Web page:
Case In Point
Court of Appeal for Ontario Upholds HRTO Finding of Racial Profiling, Clarifies Test Applicants Must Meet to Establish a Prima Facie Case of Discrimination
Date: June 18, 2013
The Court of Appeal for Ontario has set aside a decision of the Divisional Court and upheld a decision of the Human Rights Tribunal of Ontario (“HRTO”) which found that race and colour were factors in a librarian’s decision to ask the applicants for identification when they were using a lawyers’ lounge operated by the Peel Law Association Library at the Brampton Courthouse.
Two of the applicants were lawyers and the third applicant was a law student. All three applicants were black. The lounge was reserved for the use of lawyers and law students. During the hearing before the HRTO, the librarian testified that, as part of her function, she was responsible for controlling access to the library and lounge and that she regularly asked persons for identification. However, after hearing the evidence, the HRTO found that race and colour were factors in the librarian’s decision to question the applicants and require them to produce identification, and therefore found that the applicants had established a prima facie case of discrimination. After considering the evidence provided by the respondents, the HRTO found that the respondents had failed to provide a credible non-discriminatory explanation as to why the librarian had questioned the applicants as she did, and therefore concluded that the applicants’ human rights had been violated. Each applicant was awarded $2000 in compensation for injury to his dignity.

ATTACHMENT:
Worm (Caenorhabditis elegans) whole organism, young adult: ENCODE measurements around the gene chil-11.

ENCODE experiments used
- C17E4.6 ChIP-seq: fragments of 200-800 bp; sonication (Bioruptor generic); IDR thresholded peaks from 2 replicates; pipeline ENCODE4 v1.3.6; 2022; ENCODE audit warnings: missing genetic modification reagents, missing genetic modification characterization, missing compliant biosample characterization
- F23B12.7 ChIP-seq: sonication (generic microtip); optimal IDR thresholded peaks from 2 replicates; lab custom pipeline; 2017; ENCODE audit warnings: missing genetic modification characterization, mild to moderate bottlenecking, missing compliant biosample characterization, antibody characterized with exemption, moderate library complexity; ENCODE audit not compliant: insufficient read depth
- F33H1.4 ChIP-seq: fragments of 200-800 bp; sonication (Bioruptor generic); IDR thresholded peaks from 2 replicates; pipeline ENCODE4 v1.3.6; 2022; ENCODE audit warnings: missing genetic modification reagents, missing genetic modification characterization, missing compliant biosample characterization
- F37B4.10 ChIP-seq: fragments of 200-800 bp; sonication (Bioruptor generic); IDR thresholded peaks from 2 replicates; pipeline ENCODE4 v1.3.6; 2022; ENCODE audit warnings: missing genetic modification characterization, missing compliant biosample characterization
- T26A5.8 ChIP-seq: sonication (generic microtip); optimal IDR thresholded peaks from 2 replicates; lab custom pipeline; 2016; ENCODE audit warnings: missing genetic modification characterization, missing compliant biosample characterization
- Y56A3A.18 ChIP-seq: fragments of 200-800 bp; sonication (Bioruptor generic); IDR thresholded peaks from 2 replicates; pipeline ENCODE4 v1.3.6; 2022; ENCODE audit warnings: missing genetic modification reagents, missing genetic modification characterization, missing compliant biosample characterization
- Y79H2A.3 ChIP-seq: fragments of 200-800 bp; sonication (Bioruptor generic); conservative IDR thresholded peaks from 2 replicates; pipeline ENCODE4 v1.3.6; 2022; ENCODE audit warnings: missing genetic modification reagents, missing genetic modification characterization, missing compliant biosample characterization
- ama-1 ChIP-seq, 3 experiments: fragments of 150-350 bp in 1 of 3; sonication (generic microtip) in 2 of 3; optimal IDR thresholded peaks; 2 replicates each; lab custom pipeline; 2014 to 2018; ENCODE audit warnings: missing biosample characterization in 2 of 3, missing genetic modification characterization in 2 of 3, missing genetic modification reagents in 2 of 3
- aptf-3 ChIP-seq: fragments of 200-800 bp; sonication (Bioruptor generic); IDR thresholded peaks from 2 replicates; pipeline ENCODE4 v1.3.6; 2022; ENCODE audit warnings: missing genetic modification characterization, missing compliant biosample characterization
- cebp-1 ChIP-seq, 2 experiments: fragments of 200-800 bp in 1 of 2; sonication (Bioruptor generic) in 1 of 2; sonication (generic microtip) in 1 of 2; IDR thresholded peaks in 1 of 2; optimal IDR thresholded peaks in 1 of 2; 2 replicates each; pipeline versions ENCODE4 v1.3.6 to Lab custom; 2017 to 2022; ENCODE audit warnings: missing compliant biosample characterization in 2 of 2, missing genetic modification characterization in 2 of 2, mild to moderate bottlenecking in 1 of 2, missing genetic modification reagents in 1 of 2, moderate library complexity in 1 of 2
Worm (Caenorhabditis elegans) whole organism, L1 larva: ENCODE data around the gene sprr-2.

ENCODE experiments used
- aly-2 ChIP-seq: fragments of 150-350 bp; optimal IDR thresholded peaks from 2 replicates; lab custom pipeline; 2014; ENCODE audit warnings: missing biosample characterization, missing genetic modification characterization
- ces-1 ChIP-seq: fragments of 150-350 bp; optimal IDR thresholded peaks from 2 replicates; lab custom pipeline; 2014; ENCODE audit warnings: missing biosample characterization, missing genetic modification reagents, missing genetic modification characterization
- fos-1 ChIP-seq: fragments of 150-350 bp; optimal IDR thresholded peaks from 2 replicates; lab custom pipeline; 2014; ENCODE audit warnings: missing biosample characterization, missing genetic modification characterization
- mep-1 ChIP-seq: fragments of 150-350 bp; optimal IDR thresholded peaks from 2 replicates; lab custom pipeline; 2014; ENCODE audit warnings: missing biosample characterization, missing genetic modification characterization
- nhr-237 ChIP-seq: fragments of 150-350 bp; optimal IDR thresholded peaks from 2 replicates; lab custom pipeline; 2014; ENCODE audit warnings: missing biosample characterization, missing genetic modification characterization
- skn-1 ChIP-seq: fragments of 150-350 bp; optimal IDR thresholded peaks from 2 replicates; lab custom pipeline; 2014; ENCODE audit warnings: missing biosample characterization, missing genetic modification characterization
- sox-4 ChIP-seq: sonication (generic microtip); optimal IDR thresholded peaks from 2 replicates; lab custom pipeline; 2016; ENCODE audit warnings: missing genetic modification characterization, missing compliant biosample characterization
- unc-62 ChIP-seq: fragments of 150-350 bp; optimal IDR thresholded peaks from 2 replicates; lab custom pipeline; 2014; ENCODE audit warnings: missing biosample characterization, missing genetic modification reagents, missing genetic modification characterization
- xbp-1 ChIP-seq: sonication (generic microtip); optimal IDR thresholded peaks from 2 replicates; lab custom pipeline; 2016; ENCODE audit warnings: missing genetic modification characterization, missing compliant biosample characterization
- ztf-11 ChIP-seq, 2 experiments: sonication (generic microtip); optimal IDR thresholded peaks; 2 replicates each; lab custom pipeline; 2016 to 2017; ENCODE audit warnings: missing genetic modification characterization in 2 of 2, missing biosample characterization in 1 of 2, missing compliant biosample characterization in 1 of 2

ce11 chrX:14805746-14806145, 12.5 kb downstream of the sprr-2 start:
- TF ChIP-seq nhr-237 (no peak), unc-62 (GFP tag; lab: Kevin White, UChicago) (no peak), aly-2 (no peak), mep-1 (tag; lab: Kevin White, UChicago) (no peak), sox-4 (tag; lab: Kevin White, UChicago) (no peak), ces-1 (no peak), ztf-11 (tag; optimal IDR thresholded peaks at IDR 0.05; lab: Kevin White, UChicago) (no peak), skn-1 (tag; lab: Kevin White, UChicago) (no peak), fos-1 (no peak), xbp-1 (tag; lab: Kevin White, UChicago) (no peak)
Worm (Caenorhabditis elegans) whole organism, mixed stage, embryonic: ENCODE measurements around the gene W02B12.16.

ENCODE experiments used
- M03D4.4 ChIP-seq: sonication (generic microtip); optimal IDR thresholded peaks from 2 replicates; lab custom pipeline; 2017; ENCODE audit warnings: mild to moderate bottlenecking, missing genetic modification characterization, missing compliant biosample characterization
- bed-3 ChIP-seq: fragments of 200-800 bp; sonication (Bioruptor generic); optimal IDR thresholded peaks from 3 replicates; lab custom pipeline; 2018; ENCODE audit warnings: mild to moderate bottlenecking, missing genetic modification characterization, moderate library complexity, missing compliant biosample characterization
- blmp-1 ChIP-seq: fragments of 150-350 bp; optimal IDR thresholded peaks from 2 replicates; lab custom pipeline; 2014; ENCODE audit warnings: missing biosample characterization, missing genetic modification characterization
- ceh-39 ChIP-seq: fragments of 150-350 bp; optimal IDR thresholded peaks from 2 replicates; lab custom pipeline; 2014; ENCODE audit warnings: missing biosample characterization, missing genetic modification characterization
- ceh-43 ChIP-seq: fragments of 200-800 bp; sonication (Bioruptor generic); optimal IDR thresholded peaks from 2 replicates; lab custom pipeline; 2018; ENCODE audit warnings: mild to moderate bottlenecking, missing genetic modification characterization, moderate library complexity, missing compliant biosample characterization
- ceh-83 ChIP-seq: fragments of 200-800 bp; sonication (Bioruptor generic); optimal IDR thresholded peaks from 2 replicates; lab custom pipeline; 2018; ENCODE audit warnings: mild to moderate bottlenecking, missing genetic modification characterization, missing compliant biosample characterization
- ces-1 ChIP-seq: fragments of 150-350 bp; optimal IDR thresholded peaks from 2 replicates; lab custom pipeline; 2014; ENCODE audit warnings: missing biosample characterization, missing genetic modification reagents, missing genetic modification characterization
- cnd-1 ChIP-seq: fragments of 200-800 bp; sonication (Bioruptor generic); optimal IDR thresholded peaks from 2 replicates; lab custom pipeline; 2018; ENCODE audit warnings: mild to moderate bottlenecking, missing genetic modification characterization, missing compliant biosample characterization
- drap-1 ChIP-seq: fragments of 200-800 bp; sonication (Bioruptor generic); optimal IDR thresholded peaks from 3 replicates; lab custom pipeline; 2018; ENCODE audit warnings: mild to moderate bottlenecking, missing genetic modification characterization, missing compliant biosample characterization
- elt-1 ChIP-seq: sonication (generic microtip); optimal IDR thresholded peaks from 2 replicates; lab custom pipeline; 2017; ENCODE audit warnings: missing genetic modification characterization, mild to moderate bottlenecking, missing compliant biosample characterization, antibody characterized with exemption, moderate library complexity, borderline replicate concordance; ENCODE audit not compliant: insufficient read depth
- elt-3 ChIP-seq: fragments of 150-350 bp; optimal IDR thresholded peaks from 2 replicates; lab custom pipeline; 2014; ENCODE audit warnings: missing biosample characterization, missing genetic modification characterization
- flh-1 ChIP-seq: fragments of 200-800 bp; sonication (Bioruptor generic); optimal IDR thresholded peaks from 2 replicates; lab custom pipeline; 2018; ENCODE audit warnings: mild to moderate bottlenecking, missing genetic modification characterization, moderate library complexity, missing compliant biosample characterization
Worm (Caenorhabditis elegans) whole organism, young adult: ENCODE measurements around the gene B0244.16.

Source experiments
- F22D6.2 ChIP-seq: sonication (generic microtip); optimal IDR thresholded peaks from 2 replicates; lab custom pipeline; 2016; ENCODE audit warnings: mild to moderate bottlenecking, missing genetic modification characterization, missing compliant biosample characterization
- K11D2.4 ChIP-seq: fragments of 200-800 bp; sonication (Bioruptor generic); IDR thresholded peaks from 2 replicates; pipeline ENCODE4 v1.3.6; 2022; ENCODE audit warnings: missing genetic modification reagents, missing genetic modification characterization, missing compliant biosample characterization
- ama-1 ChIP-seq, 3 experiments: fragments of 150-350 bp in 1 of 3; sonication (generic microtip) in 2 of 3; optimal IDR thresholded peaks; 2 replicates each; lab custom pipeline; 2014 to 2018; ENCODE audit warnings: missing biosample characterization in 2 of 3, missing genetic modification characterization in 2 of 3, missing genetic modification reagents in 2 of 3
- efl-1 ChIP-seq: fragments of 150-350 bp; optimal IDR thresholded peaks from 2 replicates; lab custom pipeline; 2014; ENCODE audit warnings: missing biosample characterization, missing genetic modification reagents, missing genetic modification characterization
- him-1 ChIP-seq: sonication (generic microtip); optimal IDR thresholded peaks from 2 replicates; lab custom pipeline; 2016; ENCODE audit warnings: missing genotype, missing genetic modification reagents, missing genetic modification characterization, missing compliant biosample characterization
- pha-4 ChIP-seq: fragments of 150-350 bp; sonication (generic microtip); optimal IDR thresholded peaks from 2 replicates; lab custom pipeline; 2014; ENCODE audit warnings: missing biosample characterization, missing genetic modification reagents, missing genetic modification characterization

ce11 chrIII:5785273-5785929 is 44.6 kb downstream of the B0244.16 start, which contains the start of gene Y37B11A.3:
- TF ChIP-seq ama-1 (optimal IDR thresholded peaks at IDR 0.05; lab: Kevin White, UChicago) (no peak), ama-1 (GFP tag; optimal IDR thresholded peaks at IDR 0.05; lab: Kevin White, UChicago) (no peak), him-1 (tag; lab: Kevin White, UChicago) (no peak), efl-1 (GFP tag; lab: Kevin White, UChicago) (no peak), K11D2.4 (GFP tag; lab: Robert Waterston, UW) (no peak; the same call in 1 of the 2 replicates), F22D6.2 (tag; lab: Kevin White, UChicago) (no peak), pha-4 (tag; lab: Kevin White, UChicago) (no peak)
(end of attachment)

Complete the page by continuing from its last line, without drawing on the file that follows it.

The HRTO decision was quashed on judicial review. The Divisional Court found, among other things, that the HRTO had made findings of fact that were inconsistent with its conclusion that a prima facie case had been established, and had effectively reversed the burden of proof by requiring the respondents to prove there was no discrimination.
One of the most noteworthy features of the Divisional Court’s decision was the test it established for establishing a prima facie case of discrimination. The Divisional Court held that, in order to establish a prima facie case of discrimination, an applicant must present evidence to support the following findings:
- a distinction or differential treatment;
- arbitrariness based on a prohibited ground;
- a disadvantage; and
- a causal nexus between the arbitrary distinction based on a prohibited ground and the disadvantage suffered.
In overturning the Divisional Court’s decision, Justice Juriansz (writing for the Court of Appeal) found that the Divisional Court erred in applying a test to establish prima facie discrimination which required an applicant to prove “a causal nexus between the arbitrary distinction based on a prohibited ground and the disadvantage suffered.” Justice Juriansz noted that the basis for this “causal nexus” requirement was unclear, as it was not part of the test traditionally applied by human rights tribunals, nor was it part of the test articulated by the Supreme Court of Canada in its 2012 decision in Moore v. British Columbia (Education). Rather, in Moore, the Supreme Court had set out the following three-step test for establishing a prima facie case of discrimination:
 As the Tribunal properly recognized, to demonstrate prima facie discrimination, applicants are required to show that they have a characteristic protected from discrimination under the Code; that they experienced an adverse impact with respect to the service; and that the protected characteristic was a factor in the adverse impact. Once a prima facie case has been established, the burden shifts to the respondent to justify the conduct or practice, within the framework of the exemptions available under human rights statutes. If it cannot be justified, discrimination will be found to occur.